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N.C. lottery commission has full plate, rapid timeline ahead

North Carolina LotteryNorth Carolina Lottery: N.C. lottery commission has full plate, rapid timeline ahead

Denny Bottorff said he'll never forget Jan. 20, 2004 - the day the Tennessee Lottery sold its first scratch-off tickets.

"It was like when your first child was born," Bottorff said. "You get the same elation and satisfaction."

The first and only chairman of the quasi-governmental corporation that runs the Tennessee Lottery, said North Carolina's new lottery board also will feel the same labor pains his panel felt as new games are delivered to players in North Carolina as soon as possible.

Gov. Mike Easley and legislative leaders last week appointed nine members to the North Carolina State Lottery Commission. At least 35 percent of lottery sales will go toward education initiatives - a projected $420 million next year.

The panel's job will be to lay out how the lottery will operate, including what games and prizes to offer and how game cards and tickets will be distributed. The panel also will approve advertising that meets restrictions in the law.

Led by former Glaxo Inc. chairman Charles Sanders, the board will have to walk a fine line starting games as fast as it can without mistakes that may cost its coffers millions of dollars.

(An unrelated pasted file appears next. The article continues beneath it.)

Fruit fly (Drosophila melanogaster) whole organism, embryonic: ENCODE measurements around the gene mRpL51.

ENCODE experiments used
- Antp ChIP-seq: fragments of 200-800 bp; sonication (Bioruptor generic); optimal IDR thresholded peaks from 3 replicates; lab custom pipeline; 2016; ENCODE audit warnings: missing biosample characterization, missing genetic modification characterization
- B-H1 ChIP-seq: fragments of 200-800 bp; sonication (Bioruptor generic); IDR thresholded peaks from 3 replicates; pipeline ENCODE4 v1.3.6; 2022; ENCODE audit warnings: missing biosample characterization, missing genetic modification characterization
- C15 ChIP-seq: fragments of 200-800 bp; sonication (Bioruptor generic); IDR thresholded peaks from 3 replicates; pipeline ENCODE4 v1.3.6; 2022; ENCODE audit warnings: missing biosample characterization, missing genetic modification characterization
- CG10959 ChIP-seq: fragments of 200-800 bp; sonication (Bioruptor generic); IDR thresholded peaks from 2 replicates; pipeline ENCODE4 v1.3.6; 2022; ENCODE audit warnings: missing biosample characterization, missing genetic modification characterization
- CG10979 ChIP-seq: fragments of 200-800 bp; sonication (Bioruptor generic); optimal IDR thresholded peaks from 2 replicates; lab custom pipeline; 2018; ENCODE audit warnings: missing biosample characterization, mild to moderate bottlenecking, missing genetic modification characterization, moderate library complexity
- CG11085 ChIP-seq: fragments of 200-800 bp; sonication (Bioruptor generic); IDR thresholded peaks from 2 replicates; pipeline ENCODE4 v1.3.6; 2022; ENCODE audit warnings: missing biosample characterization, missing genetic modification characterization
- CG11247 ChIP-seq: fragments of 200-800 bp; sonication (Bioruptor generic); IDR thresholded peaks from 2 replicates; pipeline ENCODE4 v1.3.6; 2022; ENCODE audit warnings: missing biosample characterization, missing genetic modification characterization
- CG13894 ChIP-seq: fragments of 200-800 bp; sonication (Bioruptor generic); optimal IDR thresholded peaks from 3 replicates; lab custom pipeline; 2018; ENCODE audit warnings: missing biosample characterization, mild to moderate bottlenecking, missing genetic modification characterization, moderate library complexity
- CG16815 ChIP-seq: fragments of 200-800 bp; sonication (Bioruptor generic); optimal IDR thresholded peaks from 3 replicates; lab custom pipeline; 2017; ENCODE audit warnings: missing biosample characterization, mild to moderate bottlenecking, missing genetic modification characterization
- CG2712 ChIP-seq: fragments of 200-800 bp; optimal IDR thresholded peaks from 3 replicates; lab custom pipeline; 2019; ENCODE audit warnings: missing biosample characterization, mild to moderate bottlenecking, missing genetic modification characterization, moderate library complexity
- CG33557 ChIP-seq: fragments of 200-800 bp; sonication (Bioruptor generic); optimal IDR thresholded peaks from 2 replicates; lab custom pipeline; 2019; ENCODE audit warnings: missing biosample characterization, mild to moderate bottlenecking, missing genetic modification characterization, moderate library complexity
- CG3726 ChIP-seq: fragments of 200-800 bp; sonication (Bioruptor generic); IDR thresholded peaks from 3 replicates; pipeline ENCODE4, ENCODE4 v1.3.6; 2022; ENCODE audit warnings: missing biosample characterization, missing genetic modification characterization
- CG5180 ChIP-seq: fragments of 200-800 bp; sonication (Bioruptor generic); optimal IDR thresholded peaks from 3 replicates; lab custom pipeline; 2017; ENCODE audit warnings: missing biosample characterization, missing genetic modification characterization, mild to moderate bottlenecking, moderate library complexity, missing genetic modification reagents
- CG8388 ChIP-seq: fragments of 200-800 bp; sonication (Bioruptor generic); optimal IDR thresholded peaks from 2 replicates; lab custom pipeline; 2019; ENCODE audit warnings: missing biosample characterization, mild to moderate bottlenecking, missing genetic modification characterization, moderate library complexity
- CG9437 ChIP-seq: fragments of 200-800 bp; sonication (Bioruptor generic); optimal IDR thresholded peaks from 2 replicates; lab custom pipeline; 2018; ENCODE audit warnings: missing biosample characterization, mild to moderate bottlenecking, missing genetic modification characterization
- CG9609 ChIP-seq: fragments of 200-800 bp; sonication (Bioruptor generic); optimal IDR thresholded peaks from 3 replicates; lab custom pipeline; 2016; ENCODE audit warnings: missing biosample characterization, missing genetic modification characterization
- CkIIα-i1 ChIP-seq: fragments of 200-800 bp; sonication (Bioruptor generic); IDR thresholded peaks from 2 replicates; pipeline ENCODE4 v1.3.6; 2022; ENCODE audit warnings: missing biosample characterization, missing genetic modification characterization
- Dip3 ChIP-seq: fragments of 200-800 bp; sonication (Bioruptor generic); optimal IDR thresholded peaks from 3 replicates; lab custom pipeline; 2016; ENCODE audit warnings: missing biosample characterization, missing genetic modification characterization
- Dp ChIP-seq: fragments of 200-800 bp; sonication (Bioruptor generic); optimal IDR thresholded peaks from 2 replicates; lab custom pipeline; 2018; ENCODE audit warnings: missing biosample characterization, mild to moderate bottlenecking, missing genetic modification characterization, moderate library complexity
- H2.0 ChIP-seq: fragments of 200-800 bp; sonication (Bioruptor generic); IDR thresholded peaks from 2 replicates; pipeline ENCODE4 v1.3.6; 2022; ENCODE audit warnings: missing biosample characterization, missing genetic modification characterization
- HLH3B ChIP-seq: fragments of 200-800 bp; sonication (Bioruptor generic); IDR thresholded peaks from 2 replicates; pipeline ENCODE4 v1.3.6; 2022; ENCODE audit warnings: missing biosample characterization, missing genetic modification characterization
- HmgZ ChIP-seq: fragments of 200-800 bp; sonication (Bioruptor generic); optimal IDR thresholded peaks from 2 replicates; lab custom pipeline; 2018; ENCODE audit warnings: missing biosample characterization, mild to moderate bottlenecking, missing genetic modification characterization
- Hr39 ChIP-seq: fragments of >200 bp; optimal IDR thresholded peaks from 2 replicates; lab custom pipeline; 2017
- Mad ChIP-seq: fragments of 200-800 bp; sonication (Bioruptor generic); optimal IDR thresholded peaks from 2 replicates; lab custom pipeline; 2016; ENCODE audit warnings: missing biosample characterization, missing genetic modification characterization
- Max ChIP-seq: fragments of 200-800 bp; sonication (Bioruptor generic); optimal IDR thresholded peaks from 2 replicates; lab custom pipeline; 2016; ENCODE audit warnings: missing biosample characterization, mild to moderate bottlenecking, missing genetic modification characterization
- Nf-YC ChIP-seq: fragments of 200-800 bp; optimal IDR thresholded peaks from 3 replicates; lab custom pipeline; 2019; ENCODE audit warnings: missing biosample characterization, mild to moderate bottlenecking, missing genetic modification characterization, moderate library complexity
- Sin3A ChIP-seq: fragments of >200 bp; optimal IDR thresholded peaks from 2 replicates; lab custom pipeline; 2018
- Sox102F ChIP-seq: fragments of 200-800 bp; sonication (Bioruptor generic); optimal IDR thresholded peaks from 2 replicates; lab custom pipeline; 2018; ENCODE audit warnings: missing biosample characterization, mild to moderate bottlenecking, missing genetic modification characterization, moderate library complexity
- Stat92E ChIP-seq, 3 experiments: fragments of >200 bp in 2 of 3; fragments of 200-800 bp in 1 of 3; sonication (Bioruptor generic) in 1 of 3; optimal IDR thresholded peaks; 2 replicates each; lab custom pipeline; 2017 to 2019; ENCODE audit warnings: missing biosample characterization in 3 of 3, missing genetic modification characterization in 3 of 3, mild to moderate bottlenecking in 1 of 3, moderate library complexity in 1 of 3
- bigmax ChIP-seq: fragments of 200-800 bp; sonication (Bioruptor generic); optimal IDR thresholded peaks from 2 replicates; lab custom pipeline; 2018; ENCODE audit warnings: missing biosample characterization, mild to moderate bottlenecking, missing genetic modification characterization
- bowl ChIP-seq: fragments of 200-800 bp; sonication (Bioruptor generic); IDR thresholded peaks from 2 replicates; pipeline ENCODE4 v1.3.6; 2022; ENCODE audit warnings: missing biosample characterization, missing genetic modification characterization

"You don't have the time to be very deliberate about all the decisions that are to be made," Bottorff said. "Start up a lottery that has integrity, and then you go back and alter some of the decisions that had to be made to be able to get started up earlier."

Lottery opponents will be closely monitoring how the commission assembles the games and follows the letter of the law.

"The manner in which they go about making those decisions will dictate a tremendous amount about the manner in which the lottery is operated," said John Rustin with the North Carolina Family Policy Council.

The commission members were appointed by Easley, House Speaker Jim Black and Senate leader Marc Basnight - all Democrats who pushed hard for the lottery's passage this year.

Seven of the nine appointees and their family members have combined to give more than $253,683 in political contributions since 1995, nearly all of them for Democrats, according to campaign finance records reviewed by Democracy North Carolina. At least $70,500 went to Easley's gubernatorial campaign, said Bob Hall, the group's research director.

Two of the appointees made no donations to statewide or legislative candidates since at least 1990, according to data Hall provided The Associated Press.

Hall said the level of campaign contributions raises questions whether political considerations played too great a role in choosing the panel, and in turn will affect the panel's decisions. Choosing an advocate for low-income citizens, for example, could have better served the public interest, he said.

"I don't think it's a good sign that it's so politically connected," Hall said. "I think it would have been better to have a wider range of personalities."